It’s been exactly 3 months since I left Barcelona where I spent another 3 months interning for Tarek Atrissi, a Lebanese graphic designer who runs his own design studio out of the Catalonian city after relocating from the colder Hilversum, the Netherlands.

I’ve written a lot about what I did to prepare for this trip and what I learned on a personal level while there but I thought it would be helpful to see what I got out of this trip from a professional standpoint as a designer from and working in the Arab world. The environment of Barcelona seemed like an unconventional backdrop for learning about Arabic type & script but it made one thing more evident: capable designers with a background in Arabic design are needed, regardless of location.

Lesson 1: The Difference between Arabic Typography, Lettering, and Calligraphy

As an introduction, Tarek walked me through a breakdown of different uses of the Arabic language in design. Typography refers to creating typefaces or designing a print layout using Arabic text. Lettering is when Arabic letters or words are built by drawing them out piece by piece. The focus would be on one element as an artistic composition or unit instead of an entire alphabet or page of text. Calligraphy is an old artform that takes years to reach the pro level. If there’s no time to learn the trade, this is usually outsourced if you want it done right.

Lesson 2: Making Arabic Versions of Logos

A skill highly underrated and glossed over when it comes to designing Latin logos is the ability to adapt them to Arabic while retaining their aesthetic and iconic attributes. A visit to Dubai will tell you how poor adaptations of your non-Arabic logo can hurt your brand’s image. It is hard enough to do from the start of a project but even more challenging when it comes after the logo is already in use and plastered all over the world. Icons or graphic elements become gimmicks or are forced into the Arabic script. Creating an Arabic version of a non-Arabic logo takes practice and understanding of both languages; not only how they are similar but how their differences will affect the visual outcome. Arabic differs from a lot of commonly used languages in many ways; two main concerns being that 1) the letters are connected (at times) and don’t align with non-Arabic glyphs because they adhere to different guidelines and have fluctuating proportions and 2) it’s read from right to left.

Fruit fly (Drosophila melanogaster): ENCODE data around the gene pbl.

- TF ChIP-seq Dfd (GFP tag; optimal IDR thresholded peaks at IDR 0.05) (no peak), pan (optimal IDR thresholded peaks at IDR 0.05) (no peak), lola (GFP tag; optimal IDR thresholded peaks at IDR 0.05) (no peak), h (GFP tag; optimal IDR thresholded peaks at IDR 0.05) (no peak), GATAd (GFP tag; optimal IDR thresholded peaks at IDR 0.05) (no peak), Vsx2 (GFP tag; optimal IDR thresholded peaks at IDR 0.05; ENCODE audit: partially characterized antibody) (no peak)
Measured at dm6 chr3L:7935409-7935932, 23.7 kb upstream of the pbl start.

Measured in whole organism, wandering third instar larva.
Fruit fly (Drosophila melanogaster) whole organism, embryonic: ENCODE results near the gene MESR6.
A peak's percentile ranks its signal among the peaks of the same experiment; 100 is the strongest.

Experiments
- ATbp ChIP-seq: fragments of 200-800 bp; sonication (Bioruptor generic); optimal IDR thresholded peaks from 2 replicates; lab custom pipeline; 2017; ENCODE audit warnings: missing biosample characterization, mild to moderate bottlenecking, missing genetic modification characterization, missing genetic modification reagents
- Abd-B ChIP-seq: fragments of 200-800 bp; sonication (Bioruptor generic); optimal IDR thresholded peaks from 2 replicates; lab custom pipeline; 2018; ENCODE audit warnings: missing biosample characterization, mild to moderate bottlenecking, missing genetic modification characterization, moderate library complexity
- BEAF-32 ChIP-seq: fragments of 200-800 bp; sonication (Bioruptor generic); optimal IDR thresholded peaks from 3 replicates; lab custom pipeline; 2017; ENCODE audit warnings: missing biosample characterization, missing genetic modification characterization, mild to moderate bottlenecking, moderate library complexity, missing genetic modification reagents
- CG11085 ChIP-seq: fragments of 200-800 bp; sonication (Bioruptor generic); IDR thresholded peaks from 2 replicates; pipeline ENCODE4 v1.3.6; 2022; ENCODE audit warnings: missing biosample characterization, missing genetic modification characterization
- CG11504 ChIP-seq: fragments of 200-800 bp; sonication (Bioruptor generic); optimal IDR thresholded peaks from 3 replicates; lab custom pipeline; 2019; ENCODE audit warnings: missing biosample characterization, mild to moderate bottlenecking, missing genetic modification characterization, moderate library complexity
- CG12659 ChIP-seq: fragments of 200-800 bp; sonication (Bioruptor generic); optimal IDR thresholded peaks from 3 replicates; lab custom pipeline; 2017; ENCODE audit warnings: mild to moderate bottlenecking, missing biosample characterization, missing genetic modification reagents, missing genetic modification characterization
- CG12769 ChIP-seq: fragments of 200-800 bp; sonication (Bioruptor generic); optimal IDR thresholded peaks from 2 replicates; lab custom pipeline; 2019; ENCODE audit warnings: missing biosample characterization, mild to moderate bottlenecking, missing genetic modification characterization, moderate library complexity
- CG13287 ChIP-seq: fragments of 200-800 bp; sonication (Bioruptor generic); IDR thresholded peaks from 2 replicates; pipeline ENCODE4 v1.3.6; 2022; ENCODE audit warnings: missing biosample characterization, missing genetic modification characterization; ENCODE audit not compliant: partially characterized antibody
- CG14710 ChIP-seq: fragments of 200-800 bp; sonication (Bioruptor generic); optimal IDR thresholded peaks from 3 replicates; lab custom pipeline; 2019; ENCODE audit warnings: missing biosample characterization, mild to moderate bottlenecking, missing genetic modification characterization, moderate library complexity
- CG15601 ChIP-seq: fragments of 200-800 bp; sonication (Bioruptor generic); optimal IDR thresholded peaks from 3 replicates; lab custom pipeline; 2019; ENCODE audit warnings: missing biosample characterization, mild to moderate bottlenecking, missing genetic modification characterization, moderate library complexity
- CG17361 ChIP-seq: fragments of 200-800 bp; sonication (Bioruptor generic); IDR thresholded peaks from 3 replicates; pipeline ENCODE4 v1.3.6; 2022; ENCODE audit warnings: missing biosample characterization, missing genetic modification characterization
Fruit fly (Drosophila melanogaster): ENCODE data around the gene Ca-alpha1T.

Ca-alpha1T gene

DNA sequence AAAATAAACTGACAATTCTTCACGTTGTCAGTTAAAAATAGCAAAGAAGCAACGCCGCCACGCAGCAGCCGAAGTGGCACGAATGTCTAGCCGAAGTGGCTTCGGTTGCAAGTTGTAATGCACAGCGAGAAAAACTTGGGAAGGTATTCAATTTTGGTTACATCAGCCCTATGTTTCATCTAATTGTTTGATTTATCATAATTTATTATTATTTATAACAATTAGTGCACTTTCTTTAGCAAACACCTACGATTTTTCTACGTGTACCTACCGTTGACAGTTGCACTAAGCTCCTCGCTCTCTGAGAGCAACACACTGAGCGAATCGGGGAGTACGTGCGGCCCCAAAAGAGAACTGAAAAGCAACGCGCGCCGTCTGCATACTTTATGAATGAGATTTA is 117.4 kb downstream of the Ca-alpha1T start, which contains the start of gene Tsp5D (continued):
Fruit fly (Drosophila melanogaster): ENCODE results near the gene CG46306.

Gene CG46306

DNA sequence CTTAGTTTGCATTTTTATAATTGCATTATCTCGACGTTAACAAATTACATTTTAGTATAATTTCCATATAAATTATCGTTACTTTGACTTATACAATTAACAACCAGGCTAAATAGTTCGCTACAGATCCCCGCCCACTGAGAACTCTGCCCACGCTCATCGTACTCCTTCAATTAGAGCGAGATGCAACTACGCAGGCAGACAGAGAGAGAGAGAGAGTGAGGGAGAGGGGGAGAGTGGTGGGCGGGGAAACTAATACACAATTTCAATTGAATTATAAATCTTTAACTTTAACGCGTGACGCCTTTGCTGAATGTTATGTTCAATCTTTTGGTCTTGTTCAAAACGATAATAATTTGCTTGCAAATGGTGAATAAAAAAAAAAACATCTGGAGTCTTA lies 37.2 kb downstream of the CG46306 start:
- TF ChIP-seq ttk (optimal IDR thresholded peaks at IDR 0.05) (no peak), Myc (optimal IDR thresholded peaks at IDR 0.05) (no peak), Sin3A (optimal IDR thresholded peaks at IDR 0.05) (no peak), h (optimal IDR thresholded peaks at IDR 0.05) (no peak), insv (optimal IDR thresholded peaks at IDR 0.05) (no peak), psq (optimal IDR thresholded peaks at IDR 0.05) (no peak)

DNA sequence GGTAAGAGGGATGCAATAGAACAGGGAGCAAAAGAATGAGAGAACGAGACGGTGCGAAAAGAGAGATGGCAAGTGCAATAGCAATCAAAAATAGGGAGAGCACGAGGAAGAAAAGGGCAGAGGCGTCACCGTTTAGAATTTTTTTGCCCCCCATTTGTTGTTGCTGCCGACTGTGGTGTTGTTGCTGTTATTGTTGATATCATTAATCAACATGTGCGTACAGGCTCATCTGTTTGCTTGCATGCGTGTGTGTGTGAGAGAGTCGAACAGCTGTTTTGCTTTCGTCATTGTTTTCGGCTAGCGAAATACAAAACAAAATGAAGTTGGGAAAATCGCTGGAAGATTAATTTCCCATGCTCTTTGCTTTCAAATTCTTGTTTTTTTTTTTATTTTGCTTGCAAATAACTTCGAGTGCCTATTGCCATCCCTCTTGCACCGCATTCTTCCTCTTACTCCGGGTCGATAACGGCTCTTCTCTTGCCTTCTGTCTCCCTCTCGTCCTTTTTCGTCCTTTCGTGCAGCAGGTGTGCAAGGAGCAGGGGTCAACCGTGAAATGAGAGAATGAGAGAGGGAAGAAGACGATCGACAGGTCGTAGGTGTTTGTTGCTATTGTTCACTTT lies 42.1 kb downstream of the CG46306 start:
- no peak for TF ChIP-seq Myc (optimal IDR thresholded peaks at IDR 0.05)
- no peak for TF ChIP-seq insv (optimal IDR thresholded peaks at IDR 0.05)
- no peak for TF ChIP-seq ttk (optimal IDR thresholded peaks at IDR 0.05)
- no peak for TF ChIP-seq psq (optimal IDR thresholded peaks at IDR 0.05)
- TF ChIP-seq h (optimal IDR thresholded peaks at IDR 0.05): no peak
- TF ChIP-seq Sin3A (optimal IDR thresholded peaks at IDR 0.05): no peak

Lesson 3: Looking at Arabic Glyphs like Shapes, not Letters

During my GD undergrad years, a calligrapher who was giving us a workshop had told me that people who don’t know Arabic tend to be less constricted when sketching forms because they look at the letters like shapes. They have no linguistic knowledge of what the aleph is; it’s just a long line. I was reminded of this when drawing up endless versions of Arabic glyphs. When lettering, you have to let go of what you know of the defined structure of each letter – to a certain extent – in order to let your hand freely take over.

Lesson 4: The Importance of Arabic as a Language in Design

Coming from an advertising background, I rarely had the chance to dabble in typographic design, much less anything in Arabic since I worked on international accounts. Working on fonts and logotypes in Arabic made me realize how neglected it is as a skill in our part of the world. Sure, most Arab designers can read and write in Arabic but can they design in it? Do we have the understanding of it as a language to tackle it the way an Arab national should? This should be our added bonus as designers from the region: we should know how to work with our own language with respect – in a way that does it justice as a beautiful form of communication.

Lesson 5: Give More, Keep Less

What was surprising about Tarek was that he was so willing to give and teach. It is rare to find a successful professional who is open to mentoring you as a designer, in skill but also in thought-process. Tarek was never condescending in his approach when it came to finding solutions and he gave me the confidence I lacked when it came to discovering my strengths as a designer. He was leading by example and a true team player. He taught me to be open with what I know and even with what I don’t. And by constantly sharing and exchanging, there was a flow of stories and experience that brought fresh energy to the office each day.

You can learn more, the more you give away.

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A big thanks to Tarek and everyone at TAD.
See you guys soon!